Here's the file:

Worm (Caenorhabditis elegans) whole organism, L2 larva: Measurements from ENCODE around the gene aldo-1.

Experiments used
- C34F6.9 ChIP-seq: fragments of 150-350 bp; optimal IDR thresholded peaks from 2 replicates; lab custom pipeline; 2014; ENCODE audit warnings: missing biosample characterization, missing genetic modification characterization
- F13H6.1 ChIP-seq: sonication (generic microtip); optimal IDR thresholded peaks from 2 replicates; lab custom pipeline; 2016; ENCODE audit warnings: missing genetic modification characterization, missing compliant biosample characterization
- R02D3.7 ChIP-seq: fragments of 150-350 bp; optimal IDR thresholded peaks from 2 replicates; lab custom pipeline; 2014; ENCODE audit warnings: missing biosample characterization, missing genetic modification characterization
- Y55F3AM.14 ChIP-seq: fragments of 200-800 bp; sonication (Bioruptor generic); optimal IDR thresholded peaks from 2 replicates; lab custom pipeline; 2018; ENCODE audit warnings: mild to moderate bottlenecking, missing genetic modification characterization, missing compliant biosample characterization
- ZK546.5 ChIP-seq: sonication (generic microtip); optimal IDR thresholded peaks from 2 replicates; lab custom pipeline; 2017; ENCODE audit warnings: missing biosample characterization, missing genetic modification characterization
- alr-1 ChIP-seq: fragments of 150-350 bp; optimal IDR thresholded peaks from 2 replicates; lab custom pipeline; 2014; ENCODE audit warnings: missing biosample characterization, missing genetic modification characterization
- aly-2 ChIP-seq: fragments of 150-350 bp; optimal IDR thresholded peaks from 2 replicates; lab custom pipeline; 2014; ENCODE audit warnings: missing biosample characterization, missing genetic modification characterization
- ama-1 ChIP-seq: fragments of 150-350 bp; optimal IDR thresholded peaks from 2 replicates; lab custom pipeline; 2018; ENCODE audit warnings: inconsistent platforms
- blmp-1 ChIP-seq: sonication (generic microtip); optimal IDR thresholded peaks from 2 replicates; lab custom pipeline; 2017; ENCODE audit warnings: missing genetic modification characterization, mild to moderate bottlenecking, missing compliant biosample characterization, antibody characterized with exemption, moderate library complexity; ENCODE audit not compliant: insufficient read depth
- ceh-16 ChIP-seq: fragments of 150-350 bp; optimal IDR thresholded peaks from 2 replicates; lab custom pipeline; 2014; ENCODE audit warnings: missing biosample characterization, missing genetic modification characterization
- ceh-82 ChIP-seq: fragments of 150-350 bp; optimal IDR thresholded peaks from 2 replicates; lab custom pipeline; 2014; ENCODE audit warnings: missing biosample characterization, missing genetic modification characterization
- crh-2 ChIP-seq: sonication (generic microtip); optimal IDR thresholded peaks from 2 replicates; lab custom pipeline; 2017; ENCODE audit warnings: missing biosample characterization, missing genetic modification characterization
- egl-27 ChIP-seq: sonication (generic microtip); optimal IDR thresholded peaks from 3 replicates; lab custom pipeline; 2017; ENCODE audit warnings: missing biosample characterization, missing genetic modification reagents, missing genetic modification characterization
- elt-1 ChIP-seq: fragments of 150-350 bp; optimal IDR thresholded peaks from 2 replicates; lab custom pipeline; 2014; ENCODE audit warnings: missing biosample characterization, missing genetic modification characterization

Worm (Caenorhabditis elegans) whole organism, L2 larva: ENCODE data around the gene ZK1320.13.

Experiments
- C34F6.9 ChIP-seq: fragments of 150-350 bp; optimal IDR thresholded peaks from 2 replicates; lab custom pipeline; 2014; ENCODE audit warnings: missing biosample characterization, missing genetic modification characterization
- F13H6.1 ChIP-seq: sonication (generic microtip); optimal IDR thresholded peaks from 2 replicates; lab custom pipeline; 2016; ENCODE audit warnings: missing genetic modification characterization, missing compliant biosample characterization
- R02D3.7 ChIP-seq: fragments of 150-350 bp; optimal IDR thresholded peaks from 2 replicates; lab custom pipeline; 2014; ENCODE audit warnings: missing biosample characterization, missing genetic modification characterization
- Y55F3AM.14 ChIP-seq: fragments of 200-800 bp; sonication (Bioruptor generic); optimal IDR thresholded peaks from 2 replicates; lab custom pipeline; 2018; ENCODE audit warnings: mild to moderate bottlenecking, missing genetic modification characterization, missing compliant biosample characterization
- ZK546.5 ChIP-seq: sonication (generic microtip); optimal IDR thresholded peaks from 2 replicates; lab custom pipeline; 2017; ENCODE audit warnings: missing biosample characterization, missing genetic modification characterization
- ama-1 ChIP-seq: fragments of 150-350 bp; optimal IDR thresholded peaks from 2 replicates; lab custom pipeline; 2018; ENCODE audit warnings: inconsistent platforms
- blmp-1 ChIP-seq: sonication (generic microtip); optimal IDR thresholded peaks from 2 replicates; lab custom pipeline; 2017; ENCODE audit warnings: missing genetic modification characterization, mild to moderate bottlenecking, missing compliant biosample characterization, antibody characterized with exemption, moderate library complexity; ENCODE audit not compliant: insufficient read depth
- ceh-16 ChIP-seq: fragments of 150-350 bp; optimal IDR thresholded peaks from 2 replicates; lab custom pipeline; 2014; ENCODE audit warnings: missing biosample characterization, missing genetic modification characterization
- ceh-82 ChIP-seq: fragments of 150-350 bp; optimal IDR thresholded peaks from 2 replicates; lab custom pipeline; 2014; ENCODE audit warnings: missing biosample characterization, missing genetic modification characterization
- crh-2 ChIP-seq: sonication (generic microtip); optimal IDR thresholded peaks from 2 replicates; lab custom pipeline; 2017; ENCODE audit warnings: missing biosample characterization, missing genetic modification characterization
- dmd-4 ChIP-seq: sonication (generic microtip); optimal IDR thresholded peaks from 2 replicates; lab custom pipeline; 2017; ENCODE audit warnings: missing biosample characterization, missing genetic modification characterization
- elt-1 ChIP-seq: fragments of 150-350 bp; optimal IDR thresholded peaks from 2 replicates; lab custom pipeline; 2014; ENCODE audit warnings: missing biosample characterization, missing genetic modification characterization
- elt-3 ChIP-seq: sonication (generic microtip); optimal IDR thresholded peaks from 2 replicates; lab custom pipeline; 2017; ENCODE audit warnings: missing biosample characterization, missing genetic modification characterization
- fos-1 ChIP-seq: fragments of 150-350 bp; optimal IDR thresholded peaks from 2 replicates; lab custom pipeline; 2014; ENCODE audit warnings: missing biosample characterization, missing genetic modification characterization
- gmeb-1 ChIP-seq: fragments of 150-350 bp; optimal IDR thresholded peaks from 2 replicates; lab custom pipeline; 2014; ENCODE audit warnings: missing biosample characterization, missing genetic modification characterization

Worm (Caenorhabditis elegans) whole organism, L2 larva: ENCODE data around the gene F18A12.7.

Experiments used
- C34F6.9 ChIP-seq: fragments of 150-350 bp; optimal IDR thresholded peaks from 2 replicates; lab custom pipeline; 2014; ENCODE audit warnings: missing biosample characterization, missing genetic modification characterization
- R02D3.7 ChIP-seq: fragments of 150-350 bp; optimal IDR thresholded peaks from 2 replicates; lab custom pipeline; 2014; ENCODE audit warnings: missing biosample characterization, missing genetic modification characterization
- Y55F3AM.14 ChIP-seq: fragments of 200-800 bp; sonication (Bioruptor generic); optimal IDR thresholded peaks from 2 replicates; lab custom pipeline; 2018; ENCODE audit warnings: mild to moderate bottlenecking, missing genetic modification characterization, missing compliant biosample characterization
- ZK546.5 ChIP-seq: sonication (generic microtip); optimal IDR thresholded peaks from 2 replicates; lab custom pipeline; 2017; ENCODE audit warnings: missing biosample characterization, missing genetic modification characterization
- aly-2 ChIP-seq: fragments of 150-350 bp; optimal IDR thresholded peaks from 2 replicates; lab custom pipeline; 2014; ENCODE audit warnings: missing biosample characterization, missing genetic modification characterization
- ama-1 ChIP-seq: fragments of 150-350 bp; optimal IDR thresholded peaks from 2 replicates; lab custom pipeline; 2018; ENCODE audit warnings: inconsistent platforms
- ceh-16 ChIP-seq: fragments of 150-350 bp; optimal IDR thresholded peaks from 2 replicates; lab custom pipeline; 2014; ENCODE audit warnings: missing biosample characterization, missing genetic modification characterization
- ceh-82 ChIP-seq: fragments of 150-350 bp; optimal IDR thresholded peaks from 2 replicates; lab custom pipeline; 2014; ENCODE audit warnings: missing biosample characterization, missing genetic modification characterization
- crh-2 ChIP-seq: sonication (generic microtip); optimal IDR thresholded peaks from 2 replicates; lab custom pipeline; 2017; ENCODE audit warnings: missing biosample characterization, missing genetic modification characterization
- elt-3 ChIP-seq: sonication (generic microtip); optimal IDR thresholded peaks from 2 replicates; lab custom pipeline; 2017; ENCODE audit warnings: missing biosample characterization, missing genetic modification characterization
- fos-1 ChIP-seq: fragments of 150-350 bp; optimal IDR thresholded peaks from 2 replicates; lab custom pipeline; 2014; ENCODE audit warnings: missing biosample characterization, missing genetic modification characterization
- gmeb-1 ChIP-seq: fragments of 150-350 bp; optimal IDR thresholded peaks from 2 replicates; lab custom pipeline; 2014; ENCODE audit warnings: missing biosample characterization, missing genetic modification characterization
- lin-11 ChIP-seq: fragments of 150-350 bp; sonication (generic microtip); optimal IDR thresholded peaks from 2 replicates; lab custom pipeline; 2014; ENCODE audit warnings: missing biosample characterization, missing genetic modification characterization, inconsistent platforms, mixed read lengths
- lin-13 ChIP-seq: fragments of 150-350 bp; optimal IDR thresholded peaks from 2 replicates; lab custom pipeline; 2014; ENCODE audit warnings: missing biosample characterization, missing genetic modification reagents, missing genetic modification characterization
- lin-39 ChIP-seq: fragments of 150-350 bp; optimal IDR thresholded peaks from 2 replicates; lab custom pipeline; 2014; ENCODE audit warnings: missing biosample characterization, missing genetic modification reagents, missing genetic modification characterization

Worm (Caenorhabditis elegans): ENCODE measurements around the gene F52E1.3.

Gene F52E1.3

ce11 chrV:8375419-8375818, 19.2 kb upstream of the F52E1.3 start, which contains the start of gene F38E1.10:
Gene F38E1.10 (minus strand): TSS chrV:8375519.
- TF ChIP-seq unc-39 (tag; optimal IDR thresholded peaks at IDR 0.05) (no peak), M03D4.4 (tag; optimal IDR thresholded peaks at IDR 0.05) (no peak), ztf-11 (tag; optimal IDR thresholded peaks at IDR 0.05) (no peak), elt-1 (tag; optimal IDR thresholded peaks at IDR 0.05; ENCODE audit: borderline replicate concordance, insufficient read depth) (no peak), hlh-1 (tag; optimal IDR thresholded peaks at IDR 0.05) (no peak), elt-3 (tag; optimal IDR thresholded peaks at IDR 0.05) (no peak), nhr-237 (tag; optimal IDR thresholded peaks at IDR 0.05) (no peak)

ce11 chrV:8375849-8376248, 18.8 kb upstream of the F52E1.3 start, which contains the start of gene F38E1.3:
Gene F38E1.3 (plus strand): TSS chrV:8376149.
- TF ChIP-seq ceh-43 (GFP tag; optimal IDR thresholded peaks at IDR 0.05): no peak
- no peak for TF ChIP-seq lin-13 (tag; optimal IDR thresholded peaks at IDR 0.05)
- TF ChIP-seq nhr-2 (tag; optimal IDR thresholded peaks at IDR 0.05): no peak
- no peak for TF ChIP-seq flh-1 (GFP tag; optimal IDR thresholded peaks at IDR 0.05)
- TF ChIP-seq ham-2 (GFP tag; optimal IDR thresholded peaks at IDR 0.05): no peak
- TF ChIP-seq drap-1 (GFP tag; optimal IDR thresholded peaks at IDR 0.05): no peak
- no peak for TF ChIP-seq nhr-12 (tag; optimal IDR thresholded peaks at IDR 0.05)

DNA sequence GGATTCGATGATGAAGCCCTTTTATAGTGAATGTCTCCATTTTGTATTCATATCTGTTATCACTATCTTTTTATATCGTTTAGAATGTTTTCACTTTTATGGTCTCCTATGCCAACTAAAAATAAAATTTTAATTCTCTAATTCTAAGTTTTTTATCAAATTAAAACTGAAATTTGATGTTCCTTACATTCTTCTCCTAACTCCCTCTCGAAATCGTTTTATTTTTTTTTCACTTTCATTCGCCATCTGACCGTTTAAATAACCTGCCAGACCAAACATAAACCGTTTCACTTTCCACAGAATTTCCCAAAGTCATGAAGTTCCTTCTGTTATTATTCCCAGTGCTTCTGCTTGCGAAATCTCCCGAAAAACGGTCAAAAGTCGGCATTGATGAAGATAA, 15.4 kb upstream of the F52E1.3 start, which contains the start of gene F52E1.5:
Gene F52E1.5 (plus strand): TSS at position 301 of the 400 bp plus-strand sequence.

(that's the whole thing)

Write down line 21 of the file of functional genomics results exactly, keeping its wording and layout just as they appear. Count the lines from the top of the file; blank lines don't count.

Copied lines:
- R02D3.7 ChIP-seq: fragments of 150-350 bp; optimal IDR thresholded peaks from 2 replicates; lab custom pipeline; 2014; ENCODE audit warnings: missing biosample characterization, missing genetic modification characterization